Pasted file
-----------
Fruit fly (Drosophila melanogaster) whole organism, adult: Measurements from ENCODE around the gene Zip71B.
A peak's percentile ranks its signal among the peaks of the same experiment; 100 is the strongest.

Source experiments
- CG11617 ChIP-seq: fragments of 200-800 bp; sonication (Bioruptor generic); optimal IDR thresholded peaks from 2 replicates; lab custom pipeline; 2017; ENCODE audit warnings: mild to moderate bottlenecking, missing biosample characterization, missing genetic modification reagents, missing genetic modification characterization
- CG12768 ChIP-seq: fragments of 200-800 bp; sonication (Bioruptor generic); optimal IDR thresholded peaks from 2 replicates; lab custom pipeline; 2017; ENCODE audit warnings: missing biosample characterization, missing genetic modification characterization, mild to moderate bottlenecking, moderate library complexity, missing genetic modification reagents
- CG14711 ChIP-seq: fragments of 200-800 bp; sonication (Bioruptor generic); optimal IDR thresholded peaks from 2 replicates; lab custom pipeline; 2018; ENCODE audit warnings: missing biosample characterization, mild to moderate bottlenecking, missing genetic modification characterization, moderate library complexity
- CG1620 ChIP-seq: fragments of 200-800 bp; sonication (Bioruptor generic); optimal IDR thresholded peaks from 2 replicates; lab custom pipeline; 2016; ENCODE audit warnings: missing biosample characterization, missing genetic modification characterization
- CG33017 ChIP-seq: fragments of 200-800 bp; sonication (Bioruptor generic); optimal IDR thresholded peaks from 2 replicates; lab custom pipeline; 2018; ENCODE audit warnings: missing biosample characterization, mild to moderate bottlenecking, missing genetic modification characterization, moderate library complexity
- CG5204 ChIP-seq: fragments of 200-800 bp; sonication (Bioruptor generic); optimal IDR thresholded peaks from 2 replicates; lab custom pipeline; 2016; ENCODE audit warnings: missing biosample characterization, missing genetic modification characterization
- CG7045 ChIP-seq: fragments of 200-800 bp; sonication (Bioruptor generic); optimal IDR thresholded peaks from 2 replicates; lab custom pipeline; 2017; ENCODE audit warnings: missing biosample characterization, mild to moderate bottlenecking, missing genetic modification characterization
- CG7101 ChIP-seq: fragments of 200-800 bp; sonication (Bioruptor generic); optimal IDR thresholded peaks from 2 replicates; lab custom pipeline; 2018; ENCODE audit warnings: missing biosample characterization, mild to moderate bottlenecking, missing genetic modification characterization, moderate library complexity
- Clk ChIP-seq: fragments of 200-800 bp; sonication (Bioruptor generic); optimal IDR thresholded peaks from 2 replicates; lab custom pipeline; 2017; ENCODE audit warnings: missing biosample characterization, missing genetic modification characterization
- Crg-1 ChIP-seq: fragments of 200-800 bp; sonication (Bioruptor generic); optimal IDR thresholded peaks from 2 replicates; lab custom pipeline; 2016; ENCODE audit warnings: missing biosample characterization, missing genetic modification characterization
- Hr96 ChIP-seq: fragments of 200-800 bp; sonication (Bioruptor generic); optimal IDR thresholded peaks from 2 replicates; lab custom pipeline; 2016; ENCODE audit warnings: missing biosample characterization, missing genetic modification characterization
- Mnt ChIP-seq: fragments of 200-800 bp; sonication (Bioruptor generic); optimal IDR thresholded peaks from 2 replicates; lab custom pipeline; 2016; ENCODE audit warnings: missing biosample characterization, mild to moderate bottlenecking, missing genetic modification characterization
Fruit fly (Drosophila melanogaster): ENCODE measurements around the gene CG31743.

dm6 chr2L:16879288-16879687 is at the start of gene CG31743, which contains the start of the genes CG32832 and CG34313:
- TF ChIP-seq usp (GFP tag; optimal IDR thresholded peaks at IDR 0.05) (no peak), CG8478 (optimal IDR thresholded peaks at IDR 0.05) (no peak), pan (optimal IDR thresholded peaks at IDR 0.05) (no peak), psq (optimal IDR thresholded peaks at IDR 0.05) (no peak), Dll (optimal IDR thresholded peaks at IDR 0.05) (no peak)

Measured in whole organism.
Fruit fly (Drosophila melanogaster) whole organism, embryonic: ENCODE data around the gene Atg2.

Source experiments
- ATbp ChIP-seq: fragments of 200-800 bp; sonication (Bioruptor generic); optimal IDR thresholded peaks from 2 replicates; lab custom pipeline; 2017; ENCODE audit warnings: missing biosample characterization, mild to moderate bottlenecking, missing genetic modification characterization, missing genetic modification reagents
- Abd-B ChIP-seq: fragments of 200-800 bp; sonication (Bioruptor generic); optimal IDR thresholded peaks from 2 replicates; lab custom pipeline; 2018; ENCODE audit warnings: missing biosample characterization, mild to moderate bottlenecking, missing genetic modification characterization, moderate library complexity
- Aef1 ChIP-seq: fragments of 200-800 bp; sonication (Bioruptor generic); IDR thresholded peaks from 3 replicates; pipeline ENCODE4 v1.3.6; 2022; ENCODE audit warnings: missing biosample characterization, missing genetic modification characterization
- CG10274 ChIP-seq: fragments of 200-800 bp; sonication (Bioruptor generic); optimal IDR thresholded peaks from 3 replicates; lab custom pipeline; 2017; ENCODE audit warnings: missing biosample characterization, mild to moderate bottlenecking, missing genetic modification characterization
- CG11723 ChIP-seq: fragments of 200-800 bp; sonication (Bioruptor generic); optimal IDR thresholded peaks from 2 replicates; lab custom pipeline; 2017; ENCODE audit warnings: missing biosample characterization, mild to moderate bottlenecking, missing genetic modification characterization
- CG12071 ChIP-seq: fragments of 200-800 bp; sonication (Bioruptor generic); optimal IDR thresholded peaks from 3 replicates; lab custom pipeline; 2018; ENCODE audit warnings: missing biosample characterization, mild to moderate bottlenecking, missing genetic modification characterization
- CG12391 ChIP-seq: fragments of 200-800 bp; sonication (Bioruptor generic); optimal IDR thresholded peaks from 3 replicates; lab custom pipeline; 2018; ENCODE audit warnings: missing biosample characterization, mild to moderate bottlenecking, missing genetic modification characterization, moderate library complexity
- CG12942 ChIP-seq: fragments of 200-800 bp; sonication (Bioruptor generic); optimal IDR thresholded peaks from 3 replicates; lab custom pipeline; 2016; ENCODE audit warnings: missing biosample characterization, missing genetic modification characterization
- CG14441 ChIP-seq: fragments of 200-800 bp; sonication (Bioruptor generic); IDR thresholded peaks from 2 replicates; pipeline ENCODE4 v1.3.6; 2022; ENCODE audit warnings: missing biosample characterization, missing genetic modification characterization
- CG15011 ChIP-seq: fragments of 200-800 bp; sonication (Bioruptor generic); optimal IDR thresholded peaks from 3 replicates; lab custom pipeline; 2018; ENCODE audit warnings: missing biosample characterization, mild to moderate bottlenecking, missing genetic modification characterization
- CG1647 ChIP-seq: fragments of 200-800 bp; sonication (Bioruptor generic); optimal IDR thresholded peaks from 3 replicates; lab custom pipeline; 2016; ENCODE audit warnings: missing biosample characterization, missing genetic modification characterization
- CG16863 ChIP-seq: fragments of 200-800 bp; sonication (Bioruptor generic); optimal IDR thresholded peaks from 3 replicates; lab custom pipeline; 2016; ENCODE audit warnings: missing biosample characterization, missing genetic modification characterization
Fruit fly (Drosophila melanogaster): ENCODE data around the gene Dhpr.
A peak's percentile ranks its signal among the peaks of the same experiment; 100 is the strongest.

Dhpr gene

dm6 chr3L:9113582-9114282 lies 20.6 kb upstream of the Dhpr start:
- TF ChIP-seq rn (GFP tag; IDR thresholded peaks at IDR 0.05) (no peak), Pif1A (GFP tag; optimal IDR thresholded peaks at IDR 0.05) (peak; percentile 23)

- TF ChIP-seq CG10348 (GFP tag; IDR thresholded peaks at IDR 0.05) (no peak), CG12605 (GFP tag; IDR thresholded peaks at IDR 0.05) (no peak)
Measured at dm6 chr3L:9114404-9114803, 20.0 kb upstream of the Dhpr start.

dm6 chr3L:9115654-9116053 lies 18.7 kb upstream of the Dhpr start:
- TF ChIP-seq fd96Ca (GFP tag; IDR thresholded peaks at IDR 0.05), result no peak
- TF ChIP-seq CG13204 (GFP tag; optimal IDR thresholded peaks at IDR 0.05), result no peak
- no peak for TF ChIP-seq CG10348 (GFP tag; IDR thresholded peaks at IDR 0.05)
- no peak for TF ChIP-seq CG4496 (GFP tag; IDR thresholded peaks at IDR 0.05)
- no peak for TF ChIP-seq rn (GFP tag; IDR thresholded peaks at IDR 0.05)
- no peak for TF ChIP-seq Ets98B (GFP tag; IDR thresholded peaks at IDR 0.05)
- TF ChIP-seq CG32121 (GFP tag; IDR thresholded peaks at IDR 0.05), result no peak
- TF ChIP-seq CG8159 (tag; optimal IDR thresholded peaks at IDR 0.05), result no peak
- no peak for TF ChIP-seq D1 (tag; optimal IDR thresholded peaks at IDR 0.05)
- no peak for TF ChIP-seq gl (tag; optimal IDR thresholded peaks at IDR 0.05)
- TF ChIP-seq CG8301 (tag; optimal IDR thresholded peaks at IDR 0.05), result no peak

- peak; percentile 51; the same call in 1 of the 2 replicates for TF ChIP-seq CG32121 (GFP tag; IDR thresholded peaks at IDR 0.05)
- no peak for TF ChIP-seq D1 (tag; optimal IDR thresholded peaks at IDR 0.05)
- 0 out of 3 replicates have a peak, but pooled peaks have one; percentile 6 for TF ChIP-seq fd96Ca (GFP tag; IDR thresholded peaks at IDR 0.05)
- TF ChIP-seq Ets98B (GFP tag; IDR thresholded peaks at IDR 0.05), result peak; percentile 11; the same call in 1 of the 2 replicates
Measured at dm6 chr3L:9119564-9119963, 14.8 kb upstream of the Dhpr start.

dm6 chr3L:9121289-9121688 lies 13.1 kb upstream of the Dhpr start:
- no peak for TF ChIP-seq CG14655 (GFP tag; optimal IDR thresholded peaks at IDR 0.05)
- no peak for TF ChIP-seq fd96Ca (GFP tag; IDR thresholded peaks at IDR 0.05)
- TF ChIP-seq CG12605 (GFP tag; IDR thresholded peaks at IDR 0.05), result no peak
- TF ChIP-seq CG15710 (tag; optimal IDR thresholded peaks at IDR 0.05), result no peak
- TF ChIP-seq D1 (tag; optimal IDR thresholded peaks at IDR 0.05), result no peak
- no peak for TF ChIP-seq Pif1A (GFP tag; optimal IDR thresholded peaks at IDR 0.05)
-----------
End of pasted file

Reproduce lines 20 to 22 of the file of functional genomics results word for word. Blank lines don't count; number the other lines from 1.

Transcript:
Fruit fly (Drosophila melanogaster) whole organism, embryonic: ENCODE data around the gene Atg2.

Source experiments
- ATbp ChIP-seq: fragments of 200-800 bp; sonication (Bioruptor generic); optimal IDR thresholded peaks from 2 replicates; lab custom pipeline; 2017; ENCODE audit warnings: missing biosample characterization, mild to moderate bottlenecking, missing genetic modification characterization, missing genetic modification reagents